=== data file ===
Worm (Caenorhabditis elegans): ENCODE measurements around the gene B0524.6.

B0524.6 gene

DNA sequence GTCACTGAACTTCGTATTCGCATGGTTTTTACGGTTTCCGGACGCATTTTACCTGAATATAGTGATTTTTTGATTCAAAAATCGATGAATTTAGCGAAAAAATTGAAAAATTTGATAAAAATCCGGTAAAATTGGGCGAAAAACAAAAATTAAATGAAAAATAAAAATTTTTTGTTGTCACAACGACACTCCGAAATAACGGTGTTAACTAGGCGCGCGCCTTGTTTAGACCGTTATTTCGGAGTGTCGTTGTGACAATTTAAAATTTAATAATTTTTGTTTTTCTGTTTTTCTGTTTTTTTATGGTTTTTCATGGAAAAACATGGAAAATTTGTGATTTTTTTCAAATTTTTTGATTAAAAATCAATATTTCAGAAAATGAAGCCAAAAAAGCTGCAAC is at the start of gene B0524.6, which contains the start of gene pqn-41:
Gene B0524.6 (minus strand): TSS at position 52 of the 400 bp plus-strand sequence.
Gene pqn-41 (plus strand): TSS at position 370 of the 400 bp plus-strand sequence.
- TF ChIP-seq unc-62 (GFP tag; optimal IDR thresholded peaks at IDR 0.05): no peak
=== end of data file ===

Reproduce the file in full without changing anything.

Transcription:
Worm (Caenorhabditis elegans): ENCODE measurements around the gene B0524.6.

B0524.6 gene

DNA sequence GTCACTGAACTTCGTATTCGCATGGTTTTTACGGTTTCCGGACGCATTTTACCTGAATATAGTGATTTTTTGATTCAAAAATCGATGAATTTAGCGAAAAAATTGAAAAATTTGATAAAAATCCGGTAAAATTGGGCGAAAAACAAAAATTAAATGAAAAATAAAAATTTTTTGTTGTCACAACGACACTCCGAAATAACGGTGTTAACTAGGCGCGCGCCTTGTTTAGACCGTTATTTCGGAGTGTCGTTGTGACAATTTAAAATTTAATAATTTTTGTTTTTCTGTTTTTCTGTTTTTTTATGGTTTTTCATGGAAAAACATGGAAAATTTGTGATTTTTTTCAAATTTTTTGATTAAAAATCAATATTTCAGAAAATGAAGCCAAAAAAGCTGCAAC is at the start of gene B0524.6, which contains the start of gene pqn-41:
Gene B0524.6 (minus strand): TSS at position 52 of the 400 bp plus-strand sequence.
Gene pqn-41 (plus strand): TSS at position 370 of the 400 bp plus-strand sequence.
- TF ChIP-seq unc-62 (GFP tag; optimal IDR thresholded peaks at IDR 0.05): no peak